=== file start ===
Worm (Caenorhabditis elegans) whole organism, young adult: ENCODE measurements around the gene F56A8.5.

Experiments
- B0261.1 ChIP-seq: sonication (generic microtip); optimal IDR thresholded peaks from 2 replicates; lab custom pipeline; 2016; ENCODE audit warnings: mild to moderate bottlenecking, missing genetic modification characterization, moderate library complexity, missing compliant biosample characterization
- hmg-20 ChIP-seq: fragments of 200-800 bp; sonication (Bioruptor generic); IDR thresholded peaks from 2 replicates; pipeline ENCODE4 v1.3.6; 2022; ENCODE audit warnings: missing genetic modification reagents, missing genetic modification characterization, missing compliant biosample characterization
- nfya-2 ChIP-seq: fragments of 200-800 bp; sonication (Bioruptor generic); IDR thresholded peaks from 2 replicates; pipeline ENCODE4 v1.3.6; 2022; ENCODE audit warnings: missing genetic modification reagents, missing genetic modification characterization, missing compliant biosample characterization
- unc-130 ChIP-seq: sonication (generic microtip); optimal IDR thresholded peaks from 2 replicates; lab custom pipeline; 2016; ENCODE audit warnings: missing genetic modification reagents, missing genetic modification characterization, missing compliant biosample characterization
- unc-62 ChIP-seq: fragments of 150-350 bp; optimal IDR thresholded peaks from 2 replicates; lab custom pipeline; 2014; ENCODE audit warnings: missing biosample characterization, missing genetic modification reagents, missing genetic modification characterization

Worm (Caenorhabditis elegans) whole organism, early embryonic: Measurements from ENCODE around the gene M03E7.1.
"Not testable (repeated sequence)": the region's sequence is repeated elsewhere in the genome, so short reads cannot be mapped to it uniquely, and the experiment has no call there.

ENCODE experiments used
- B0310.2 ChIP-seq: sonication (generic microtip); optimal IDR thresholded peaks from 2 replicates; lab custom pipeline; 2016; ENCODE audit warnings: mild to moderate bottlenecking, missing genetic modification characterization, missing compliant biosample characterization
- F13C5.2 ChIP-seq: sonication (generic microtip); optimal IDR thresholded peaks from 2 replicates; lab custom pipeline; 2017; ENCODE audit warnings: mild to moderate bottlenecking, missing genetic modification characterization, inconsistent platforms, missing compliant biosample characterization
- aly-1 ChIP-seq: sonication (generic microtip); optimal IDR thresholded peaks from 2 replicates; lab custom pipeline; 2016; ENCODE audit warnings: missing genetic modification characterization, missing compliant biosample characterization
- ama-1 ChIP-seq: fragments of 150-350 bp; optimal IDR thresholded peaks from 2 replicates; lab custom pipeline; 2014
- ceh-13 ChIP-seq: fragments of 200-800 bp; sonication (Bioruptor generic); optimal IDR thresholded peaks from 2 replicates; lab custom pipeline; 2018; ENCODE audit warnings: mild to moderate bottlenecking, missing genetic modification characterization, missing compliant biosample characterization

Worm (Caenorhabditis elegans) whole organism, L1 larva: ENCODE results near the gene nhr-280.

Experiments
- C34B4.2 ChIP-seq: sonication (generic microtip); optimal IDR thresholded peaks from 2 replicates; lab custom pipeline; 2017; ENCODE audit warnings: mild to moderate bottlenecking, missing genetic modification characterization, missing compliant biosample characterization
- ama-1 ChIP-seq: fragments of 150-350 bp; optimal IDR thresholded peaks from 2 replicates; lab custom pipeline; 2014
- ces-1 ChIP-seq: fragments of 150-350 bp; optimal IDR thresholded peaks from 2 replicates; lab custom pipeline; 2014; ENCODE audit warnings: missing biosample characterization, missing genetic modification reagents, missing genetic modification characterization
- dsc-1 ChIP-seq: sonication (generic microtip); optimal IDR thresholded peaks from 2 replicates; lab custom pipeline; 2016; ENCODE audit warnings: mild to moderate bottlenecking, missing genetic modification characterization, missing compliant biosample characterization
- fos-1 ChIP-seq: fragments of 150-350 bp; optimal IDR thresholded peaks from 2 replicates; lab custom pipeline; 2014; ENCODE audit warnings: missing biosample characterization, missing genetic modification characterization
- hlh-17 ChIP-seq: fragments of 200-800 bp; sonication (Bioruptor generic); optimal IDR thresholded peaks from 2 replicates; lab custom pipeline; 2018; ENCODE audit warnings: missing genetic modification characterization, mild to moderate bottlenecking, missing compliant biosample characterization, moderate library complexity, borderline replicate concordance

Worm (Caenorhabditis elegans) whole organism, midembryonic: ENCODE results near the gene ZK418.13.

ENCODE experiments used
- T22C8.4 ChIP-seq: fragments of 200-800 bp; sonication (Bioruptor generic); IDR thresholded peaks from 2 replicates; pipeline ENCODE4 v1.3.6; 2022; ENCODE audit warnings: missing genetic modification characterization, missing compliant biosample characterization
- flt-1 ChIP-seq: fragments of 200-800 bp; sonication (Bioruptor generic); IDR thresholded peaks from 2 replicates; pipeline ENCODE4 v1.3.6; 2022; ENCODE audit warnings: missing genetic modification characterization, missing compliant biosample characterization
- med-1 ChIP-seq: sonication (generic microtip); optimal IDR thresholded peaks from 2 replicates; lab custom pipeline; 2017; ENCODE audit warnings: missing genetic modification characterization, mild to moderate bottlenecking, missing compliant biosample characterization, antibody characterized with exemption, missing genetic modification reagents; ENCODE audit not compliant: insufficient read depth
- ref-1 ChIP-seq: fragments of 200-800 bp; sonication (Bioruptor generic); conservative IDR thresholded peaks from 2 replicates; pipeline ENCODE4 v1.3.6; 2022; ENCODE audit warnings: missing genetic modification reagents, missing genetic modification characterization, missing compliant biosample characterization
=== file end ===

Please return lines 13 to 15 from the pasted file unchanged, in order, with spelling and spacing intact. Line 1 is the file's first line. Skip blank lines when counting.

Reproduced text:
- aly-1 ChIP-seq: sonication (generic microtip); optimal IDR thresholded peaks from 2 replicates; lab custom pipeline; 2016; ENCODE audit warnings: missing genetic modification characterization, missing compliant biosample characterization
- ama-1 ChIP-seq: fragments of 150-350 bp; optimal IDR thresholded peaks from 2 replicates; lab custom pipeline; 2014
- ceh-13 ChIP-seq: fragments of 200-800 bp; sonication (Bioruptor generic); optimal IDR thresholded peaks from 2 replicates; lab custom pipeline; 2018; ENCODE audit warnings: mild to moderate bottlenecking, missing genetic modification characterization, missing compliant biosample characterization